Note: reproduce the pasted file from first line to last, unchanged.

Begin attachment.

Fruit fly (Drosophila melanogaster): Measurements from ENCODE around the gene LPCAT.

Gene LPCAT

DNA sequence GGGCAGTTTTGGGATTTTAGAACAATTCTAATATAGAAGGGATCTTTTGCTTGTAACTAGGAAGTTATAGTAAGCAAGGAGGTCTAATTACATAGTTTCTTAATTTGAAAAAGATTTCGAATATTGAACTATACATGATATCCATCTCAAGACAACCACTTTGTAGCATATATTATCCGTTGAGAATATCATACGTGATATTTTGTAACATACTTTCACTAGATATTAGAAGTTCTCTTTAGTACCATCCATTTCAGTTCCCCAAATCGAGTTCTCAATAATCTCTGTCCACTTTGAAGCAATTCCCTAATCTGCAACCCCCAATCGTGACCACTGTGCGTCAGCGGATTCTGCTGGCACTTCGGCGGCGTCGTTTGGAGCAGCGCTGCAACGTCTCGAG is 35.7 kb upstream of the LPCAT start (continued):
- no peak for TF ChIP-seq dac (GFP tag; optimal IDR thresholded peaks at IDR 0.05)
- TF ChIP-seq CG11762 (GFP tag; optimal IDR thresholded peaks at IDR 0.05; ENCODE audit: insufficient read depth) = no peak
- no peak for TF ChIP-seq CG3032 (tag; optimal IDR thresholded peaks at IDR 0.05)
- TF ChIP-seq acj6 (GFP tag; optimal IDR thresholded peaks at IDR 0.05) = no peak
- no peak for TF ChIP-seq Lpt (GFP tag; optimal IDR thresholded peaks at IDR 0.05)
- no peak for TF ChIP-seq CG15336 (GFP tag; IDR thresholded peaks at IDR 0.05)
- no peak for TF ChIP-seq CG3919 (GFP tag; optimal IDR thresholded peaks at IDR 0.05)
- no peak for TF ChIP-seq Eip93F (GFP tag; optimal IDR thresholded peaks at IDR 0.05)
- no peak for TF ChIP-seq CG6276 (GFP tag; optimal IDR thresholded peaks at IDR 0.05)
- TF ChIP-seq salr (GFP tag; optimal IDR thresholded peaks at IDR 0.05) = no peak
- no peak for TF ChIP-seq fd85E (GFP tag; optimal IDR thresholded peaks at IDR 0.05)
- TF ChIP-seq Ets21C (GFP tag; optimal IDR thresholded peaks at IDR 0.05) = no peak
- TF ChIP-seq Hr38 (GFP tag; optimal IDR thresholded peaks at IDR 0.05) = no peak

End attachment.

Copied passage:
Fruit fly (Drosophila melanogaster): Measurements from ENCODE around the gene LPCAT.

Gene LPCAT

DNA sequence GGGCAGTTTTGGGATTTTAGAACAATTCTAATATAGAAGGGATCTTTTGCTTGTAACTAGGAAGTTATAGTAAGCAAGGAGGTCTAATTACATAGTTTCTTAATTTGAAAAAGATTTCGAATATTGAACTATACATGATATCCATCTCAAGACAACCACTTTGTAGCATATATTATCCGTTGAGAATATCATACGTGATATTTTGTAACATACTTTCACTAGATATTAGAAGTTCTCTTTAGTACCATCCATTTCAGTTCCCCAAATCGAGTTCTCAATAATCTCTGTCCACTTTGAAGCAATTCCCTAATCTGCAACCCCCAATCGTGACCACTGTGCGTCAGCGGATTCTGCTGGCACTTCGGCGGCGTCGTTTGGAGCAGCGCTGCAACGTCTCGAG is 35.7 kb upstream of the LPCAT start (continued):
- no peak for TF ChIP-seq dac (GFP tag; optimal IDR thresholded peaks at IDR 0.05)
- TF ChIP-seq CG11762 (GFP tag; optimal IDR thresholded peaks at IDR 0.05; ENCODE audit: insufficient read depth) = no peak
- no peak for TF ChIP-seq CG3032 (tag; optimal IDR thresholded peaks at IDR 0.05)
- TF ChIP-seq acj6 (GFP tag; optimal IDR thresholded peaks at IDR 0.05) = no peak
- no peak for TF ChIP-seq Lpt (GFP tag; optimal IDR thresholded peaks at IDR 0.05)
- no peak for TF ChIP-seq CG15336 (GFP tag; IDR thresholded peaks at IDR 0.05)
- no peak for TF ChIP-seq CG3919 (GFP tag; optimal IDR thresholded peaks at IDR 0.05)
- no peak for TF ChIP-seq Eip93F (GFP tag; optimal IDR thresholded peaks at IDR 0.05)
- no peak for TF ChIP-seq CG6276 (GFP tag; optimal IDR thresholded peaks at IDR 0.05)
- TF ChIP-seq salr (GFP tag; optimal IDR thresholded peaks at IDR 0.05) = no peak
- no peak for TF ChIP-seq fd85E (GFP tag; optimal IDR thresholded peaks at IDR 0.05)
- TF ChIP-seq Ets21C (GFP tag; optimal IDR thresholded peaks at IDR 0.05) = no peak
- TF ChIP-seq Hr38 (GFP tag; optimal IDR thresholded peaks at IDR 0.05) = no peak